Compensating increases in protein backbone flexibility occur when the Dead ringer AT-rich interaction domain (ARID) binds DNA: A nitrogen-15 relaxation study

Junji Iwahara, Robert D. Peterson, Robert T. Clubb

Research output: Contribution to journalArticle

6 Citations (Scopus)

Abstract

AT-rich interaction domains (ARIDs) are found in a large number of eukaryotic transcription factors that regulate cell proliferation, differentiation, and development. Previously we elucidated how ARIDs recognize DNA by determining the solution structure of the Drosophila melanogaster Dead ringer protein in both its DNA-free and -bound states. In order to quantitatively determine how ARIDs alter their mobility to recognize DNA, we have measured the relaxation parameters of the backbone nitrogen-15 nuclei of Dead ringer in its free and bound forms, and interpreted these data using the model-free approach. We show that Dead ringer undergoes significant changes in its mobility upon binding, with residues in the loop connecting helices H5 and H6 becoming immobilized in the major groove and contacts to the minor groove slowing down the motion of residues at the C terminus. A DNA-induced rotation and displacement of the N-terminal subdomain of the protein increases the mobility of helix H1 located distal to the DNA interface and may partially negate the entropic cost of immobilizing interfacial residues. Elevated motions on the micro- to millisecond timescale in the N-terminal domain prior to DNA binding appear to foreshadow the DNA-induced conformation change.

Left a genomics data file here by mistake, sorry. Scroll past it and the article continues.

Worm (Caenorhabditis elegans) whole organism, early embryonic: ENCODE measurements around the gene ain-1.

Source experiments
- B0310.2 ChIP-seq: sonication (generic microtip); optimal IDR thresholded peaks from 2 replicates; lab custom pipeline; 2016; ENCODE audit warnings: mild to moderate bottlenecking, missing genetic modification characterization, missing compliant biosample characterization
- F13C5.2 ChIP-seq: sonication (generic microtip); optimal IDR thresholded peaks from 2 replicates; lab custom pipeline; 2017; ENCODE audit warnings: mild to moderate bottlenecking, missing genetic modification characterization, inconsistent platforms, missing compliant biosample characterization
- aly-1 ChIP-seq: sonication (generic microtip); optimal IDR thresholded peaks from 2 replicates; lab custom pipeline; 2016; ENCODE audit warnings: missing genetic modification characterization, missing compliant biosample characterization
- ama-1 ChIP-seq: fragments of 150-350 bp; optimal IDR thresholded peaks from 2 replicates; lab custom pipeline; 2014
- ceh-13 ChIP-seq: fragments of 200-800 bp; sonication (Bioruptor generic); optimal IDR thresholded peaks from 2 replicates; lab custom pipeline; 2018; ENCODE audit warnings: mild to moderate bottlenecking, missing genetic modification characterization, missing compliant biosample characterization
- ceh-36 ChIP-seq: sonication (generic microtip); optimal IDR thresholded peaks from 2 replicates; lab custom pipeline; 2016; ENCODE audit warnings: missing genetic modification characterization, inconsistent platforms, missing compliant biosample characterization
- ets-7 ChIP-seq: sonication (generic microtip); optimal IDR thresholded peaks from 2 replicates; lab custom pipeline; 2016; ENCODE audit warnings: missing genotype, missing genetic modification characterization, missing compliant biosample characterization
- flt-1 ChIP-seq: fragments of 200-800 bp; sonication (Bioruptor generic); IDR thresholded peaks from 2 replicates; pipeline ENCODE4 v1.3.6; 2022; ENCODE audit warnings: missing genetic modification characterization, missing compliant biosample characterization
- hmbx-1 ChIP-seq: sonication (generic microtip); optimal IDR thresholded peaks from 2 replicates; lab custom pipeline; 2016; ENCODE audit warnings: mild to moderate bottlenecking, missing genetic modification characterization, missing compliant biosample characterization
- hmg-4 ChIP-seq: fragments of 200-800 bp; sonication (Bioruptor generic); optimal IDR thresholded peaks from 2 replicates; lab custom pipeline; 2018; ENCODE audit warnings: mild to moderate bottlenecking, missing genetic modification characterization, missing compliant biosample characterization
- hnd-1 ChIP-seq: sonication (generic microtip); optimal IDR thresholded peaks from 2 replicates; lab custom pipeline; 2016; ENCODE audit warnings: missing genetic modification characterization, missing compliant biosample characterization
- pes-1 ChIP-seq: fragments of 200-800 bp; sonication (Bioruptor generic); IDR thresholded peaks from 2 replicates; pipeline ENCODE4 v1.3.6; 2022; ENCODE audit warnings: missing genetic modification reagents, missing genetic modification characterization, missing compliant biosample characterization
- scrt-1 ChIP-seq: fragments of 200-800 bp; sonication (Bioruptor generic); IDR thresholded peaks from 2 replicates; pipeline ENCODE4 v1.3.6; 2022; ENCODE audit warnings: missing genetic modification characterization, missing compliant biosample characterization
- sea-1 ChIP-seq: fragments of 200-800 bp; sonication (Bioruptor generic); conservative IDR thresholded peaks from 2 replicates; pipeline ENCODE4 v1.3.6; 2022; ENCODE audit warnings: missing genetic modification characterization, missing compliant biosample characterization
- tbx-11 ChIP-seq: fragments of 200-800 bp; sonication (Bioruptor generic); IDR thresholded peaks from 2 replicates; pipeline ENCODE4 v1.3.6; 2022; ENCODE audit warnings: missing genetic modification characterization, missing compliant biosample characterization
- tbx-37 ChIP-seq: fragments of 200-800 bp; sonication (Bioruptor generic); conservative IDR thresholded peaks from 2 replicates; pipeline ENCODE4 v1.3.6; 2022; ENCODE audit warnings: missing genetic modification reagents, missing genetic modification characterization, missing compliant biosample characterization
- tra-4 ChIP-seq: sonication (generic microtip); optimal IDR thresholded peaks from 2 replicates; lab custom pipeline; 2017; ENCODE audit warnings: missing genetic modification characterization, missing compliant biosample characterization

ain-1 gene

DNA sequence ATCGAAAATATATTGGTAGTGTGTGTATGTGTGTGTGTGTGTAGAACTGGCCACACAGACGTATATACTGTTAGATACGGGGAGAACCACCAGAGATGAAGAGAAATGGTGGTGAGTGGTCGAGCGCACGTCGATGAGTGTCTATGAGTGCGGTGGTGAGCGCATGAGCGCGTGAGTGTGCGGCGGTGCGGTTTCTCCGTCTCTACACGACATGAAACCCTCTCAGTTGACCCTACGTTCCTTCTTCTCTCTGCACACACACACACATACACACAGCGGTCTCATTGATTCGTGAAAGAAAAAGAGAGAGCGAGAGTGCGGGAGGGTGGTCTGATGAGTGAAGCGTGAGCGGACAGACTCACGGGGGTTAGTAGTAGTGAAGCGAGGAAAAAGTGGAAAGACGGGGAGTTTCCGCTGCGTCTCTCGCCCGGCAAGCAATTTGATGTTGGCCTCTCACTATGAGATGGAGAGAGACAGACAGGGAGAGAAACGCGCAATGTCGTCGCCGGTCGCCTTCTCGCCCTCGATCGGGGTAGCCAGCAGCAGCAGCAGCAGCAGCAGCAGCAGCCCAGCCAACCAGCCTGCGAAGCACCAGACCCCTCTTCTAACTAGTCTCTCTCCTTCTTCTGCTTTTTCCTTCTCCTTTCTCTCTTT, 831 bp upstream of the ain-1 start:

Original languageEnglish (US)
Pages (from-to)1140-1150
Number of pages11
JournalProtein Science
Volume14
Issue number5
DOIs
StatePublished - May 2005
Externally publishedYes

Fingerprint

Nitrogen
DNA
Proteins
Nucleic Acid Conformation
Drosophila melanogaster
Cell proliferation
Cell Differentiation
Transcription Factors
Conformations
Cell Proliferation
Costs and Cost Analysis
Costs

Keywords

  • N-relaxation
  • ARID
  • AT-rich interaction domain
  • Backbone dynamics
  • Dead ringer protein
  • NMR
  • Protein-DNA interaction

ASJC Scopus subject areas

  • Biochemistry

Cite this

Compensating increases in protein backbone flexibility occur when the Dead ringer AT-rich interaction domain (ARID) binds DNA : A nitrogen-15 relaxation study. / Iwahara, Junji; Peterson, Robert D.; Clubb, Robert T.

In: Protein Science, Vol. 14, No. 5, 05.2005, p. 1140-1150.

Research output: Contribution to journalArticle

@article{084ee45000e8423fb285b6aa2faae1ec,
title = "Compensating increases in protein backbone flexibility occur when the Dead ringer AT-rich interaction domain (ARID) binds DNA: A nitrogen-15 relaxation study",
abstract = "AT-rich interaction domains (ARIDs) are found in a large number of eukaryotic transcription factors that regulate cell proliferation, differentiation, and development. Previously we elucidated how ARIDs recognize DNA by determining the solution structure of the Drosophila melanogaster Dead ringer protein in both its DNA-free and -bound states. In order to quantitatively determine how ARIDs alter their mobility to recognize DNA, we have measured the relaxation parameters of the backbone nitrogen-15 nuclei of Dead ringer in its free and bound forms, and interpreted these data using the model-free approach. We show that Dead ringer undergoes significant changes in its mobility upon binding, with residues in the loop connecting helices H5 and H6 becoming immobilized in the major groove and contacts to the minor groove slowing down the motion of residues at the C terminus. A DNA-induced rotation and displacement of the N-terminal subdomain of the protein increases the mobility of helix H1 located distal to the DNA interface and may partially negate the entropic cost of immobilizing interfacial residues. Elevated motions on the micro- to millisecond timescale in the N-terminal domain prior to DNA binding appear to foreshadow the DNA-induced conformation change.",